Speak up for Trails, Walking and Biking Now

From the Rails-to-Trails Conservacy:

On Tuesday, September 15, Senators John McCain (Ariz.) and Tom Coburn (Okla.) issued two amendments to the FY10 Transportation, Housing and Urban Development appropriations bill. If passed, these amendments would eliminate the majority of available federal funds for trails, walking and bicycling.

Amendment 2370 would prohibit the use of federal funds for pedestrian or bicycle facilities, efforts to reduce vehicle collisions with wildlife, or other specified Transportation Enhancement (TE) projects if the Highway Trust Fund cannot cover unfunded highway authorizations.

Amendment 2371 would allow states to eliminate spending on TE, the nation’s largest funding source for trails, walking and bicycling. Congress currently sets aside a portion of federal funds for TE to support these projects in all states.

Providing opportunities for Americans to walk, bike and take transit to get where they’re going improves our communities’ health and livability, reduces emissions, creates jobs and save money.

California's Senators are Barbara Boxer (202-224-3553) and Diane Feinstein (202-224-3841)

Please call your senators with the following message:

I am calling from San Diego, California to urge that Senator ______ vote against Amendments 2370 and 2371 to H.R. 3288. These amendments would jeopardize essential Transportation Enhancements projects such as trails and other walking and bicycling infrastructure. These projects are highly valued in my community, and we need more safe and convenient opportunities to walk and bike. How does Senator _____ plan to vote on these amendments?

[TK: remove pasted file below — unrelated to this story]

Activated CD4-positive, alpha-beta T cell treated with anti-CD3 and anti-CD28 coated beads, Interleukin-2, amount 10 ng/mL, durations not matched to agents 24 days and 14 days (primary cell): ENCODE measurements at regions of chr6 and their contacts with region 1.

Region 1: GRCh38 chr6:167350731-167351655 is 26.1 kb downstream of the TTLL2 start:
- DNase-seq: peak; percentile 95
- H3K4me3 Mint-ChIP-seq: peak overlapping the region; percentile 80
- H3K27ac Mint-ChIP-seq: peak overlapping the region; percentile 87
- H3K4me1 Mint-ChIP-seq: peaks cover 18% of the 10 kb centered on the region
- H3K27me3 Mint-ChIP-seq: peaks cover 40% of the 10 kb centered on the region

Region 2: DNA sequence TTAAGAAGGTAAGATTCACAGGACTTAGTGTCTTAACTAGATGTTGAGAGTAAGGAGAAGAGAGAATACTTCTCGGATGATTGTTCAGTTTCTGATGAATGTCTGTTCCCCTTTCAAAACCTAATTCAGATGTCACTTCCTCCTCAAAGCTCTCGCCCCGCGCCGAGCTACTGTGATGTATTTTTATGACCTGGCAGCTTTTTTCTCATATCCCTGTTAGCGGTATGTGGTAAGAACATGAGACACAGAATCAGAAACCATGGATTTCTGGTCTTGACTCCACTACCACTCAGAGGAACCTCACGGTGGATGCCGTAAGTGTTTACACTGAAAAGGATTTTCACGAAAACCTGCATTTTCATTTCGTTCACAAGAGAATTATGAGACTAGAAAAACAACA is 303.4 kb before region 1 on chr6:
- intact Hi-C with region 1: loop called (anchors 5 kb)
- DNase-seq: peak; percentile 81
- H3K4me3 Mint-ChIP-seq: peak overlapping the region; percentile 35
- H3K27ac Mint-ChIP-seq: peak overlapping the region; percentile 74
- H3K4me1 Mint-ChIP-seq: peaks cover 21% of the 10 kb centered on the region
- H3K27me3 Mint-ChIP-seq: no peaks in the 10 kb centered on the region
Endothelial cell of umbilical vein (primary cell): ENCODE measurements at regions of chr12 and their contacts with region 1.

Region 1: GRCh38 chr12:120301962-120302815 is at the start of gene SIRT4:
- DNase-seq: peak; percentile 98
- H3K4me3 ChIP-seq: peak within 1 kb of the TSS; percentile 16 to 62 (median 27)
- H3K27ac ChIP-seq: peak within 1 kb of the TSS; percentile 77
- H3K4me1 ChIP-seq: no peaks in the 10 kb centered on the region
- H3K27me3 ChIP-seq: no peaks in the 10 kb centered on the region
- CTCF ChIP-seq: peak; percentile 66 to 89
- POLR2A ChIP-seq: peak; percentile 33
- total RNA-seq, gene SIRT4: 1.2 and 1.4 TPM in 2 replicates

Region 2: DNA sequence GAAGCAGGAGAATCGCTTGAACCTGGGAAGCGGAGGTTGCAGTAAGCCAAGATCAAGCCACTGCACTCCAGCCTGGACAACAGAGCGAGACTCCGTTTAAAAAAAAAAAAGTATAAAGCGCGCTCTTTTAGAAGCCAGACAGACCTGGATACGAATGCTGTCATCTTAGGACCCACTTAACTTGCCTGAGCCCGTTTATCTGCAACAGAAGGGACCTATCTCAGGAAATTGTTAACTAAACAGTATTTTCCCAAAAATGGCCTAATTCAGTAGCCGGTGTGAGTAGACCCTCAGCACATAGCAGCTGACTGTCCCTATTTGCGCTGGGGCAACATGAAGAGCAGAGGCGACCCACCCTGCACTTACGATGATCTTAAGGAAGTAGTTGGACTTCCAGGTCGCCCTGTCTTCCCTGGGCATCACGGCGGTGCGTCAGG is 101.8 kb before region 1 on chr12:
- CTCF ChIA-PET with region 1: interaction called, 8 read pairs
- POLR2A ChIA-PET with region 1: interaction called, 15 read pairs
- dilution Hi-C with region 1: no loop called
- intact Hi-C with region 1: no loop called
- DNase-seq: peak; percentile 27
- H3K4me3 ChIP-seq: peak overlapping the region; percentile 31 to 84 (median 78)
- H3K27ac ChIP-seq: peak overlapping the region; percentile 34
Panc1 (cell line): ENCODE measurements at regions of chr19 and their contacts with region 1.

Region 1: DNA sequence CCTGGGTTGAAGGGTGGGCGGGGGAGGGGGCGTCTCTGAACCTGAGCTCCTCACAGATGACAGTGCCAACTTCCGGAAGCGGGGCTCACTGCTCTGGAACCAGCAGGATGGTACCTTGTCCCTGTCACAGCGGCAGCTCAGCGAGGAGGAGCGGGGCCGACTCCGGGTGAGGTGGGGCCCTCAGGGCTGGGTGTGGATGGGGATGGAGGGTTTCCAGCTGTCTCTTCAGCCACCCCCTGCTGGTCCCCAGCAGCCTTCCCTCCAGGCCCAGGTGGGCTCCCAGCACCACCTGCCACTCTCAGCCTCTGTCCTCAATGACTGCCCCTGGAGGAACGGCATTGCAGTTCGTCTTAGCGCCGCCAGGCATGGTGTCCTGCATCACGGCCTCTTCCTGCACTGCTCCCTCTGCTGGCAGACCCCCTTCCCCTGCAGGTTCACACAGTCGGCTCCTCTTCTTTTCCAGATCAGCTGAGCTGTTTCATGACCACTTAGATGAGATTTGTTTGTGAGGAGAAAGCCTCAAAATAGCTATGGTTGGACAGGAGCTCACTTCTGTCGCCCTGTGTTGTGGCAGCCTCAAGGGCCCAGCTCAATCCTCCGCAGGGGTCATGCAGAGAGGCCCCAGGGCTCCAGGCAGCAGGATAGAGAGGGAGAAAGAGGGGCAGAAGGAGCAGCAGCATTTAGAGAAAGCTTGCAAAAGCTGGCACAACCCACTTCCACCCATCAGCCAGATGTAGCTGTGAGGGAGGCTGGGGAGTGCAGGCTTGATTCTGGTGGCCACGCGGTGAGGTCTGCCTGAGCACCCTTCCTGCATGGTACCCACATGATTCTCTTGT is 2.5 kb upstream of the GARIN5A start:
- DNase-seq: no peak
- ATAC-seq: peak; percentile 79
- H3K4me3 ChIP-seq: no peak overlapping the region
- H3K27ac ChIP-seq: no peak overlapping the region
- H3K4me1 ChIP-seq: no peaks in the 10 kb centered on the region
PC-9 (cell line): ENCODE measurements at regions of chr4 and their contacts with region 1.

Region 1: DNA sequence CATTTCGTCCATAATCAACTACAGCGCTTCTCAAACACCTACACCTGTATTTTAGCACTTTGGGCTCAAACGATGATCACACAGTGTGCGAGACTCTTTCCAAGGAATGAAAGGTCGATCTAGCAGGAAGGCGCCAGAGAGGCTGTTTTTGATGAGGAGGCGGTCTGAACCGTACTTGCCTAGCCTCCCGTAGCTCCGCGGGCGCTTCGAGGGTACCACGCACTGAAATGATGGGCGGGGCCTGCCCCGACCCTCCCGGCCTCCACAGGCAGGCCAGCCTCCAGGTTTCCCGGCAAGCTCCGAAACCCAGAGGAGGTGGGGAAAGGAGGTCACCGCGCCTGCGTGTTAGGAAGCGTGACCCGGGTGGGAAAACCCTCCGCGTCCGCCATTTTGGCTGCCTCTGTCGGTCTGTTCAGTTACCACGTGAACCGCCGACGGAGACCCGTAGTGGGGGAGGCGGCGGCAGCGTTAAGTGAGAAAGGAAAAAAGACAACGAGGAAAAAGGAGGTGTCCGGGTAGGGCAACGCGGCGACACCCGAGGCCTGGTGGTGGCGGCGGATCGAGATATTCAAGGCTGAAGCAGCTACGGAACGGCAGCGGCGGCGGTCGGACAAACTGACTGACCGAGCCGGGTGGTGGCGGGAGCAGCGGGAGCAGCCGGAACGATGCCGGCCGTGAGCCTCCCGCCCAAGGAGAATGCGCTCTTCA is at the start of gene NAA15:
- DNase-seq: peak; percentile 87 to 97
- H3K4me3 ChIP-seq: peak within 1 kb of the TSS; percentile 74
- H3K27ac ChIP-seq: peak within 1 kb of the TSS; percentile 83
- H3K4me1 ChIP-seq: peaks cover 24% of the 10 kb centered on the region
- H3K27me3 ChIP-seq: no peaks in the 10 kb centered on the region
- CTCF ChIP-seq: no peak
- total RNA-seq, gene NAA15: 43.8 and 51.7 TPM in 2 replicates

It is best to use your own words. If you personalize your comments, please be sure to end your call by asking how the senator plans to vote. This is critical information for us to have, and puts the office on notice that they will be accountable.

Once you have made your calls, please tell us how they went (below) so we can track progress and plan next steps. Thank you.

Contributions from BikeSD Readers

Larry Hogue sent us this story from Biking in LA on Bicycle Courtesy. With the increasing numbers of newish bicycle riders hitting the streets, it is important that riders behave in a manner that is polite and considerate to all users on the road. This is the underlying assumption with San Diego's latest campaign.


From our flickr pool, a contribution from Protorio and another from Larry on what can be carried in a bicycle pannier:

Beer in Pannier
Beer in Pannier. Photo by Protorio
Dog in Pannier. Photo by Larry Hogue
Dog in Pannier. Photo by Larry Hogue

A Smarter City: San Diego

The National Resource Defense Council (NRDC) reviewed cities across the nation and named 15 "Smarter Cities" in small, medium, and large city categories. They looked at the following criteria:

  • air quality
  • green building
  • standard of living
  • environmental standards and participation
  • transportation
  • recycling
  • green space
  • energy production and conservation
  • water quality

The mission in creating this list was to "foster a little friendly competition … as well as provide a forum for exploring the progress American cities are making in environmental stewardship and sustainable growth."The cities were then given scores based on a specific set of criteria.

San Diego was listed at #11. San Diego scored low on air quality, energy production and conservation, and standard of living beating New York City listed at #12.

Below is an excerpt on how San Diego is attempting in turning itself a Smarter City: